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Apps upgrades will need policies, even if you don't want them

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Further indications that the coming upgrades of the major business applications such as SAP and Oracle could cause unsuspecting IT managers more problems than they have planned for, first noted here, have come from SOA Software.

Acknowledging that the next round of upgrades will all be enabled to run within - or even run - Service Oriented Architecture environments, the company's executive VP of product strategy, Frank Martinez, observed that IT managers now face a situation where it would no longer be a question of whether they opt for an SOA environment, as they will get it anyway. "The only questions they face now are 'when', and 'how'," he said. "And this can raise issues they have not planned for."

One of the most important issues is the fundamental change SOA can bring in the way IT is exploited in running businesses. Up until the arrival of SOA consumers have had to interact with suppliers' business systems in whatever way demanded by those business systems and the processes they run.

There has always been, therefore, an implicit direct coupling between the two, with any supplier policy automatically impacting the consumers for good or ill.

As Martinez points out, however, SOA infrastructures change this situation significantly. "It is not only possible to completely decouple the consumer and supplier sides of the business but also for the consumer side to start driving the way a company does business," he said. "That means businesses now need separate consumer-side and supplier-side policies and that they need to be decoupled from each other."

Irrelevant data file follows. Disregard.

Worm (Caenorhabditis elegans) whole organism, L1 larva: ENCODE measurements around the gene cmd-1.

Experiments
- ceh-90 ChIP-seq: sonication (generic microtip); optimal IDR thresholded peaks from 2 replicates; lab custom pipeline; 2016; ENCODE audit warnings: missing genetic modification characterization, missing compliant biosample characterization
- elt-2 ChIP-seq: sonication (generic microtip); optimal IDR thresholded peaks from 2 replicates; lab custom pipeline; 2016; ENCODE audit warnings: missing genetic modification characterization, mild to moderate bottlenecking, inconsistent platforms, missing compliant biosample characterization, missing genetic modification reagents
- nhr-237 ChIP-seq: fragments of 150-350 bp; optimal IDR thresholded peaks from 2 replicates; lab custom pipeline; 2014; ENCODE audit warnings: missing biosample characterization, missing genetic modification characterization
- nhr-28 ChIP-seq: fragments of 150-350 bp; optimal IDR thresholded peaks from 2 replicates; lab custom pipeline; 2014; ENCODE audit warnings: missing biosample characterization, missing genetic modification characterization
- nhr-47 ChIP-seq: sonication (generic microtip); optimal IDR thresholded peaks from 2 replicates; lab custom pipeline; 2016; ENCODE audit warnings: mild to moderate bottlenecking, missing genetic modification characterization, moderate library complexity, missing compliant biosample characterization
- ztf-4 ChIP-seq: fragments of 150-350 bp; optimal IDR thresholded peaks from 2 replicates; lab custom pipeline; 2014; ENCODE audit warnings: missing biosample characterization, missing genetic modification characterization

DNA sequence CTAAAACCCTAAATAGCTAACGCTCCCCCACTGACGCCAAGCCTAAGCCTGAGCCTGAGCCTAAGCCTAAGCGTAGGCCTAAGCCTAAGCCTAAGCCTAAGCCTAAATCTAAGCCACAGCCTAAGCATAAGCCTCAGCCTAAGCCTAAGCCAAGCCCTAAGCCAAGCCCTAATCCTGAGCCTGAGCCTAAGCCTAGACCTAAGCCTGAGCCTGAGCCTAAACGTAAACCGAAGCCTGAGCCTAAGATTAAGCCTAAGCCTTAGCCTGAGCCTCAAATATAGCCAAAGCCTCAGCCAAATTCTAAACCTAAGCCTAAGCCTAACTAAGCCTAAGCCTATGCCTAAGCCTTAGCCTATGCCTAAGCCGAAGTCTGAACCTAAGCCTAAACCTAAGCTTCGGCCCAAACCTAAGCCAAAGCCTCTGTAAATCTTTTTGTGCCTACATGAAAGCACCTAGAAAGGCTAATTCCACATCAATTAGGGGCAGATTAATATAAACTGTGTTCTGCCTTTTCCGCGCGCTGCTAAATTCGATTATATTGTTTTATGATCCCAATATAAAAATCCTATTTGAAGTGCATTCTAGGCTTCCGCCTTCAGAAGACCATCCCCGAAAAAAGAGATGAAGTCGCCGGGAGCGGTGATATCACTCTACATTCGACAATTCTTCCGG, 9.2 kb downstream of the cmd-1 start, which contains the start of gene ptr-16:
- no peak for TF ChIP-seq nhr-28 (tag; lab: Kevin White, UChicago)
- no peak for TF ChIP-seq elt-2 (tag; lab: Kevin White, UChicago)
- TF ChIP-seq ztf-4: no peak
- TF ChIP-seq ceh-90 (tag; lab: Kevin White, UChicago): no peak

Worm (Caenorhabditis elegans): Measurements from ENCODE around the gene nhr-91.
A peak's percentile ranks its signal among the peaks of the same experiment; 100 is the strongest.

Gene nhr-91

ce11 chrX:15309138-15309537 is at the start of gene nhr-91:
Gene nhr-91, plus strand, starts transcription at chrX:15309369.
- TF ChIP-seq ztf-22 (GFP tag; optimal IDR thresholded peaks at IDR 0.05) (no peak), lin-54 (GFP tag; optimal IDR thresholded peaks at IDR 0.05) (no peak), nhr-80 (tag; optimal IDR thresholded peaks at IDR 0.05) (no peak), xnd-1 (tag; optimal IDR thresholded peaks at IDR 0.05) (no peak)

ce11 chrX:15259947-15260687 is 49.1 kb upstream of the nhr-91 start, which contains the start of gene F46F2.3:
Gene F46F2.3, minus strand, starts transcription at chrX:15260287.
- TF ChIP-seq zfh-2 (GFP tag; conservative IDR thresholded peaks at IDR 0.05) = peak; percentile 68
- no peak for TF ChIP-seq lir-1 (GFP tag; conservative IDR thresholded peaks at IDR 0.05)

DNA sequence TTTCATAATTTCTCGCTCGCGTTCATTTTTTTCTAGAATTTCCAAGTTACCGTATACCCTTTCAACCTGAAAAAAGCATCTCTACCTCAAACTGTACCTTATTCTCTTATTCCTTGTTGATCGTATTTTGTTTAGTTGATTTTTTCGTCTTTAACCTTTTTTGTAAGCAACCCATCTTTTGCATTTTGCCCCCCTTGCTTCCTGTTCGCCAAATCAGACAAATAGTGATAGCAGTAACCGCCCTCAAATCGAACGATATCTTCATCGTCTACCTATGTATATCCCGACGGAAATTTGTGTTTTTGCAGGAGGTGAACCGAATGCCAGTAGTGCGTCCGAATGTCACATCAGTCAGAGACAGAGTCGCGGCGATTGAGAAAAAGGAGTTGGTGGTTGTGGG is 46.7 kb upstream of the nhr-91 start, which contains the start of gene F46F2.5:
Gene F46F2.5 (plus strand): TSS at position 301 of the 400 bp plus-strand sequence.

Though many users may opt to upgrade their applications suites to obtain other functionality than the SOA capabilities, the fact they are there, available for use by developers, means that business processes may be open to unintentional vulnerabilities simply because no management or process policies are in place. Such policies need to be implementable from the moment any upgraded application suite moves into the production environment.

The real trick then, according to Martinez, is having the ability to manage the necessary mediation between policies when contention occurs. For many businesses this issue will be a new one they have face, and one that cannot be avoided once they upgrade their applications. "Yes, it is a daunting prospect for many of them," he acknowledged. "But the fact that it is daunting is no longer acceptable as an argument."

Policy mediation is only one of four main areas of infrastructure management that users need to address as they drift into the SOA waters, the others being management tools, security and governance.

Martinez suggests that, taken together, this produces the need for very deep end-to-end integration across the infrastructure, deeper than the level of integration currently provided by available standards. "These may not close the loop around applications or process life cycles," he said.

But policy definition and implementation remain two of the most serious issues facing businesses as they plan for application suites upgrades, for they remain something of an unsuspected dark horse in the stable of new technologies those users will be acquiring. The key step for many will not be in implementing policies well.

As Martinez put it: "SOA has tools to manage and implement the most complex policies and mediate between them. But the users now need to understand that they do need the policies in the first place." ®

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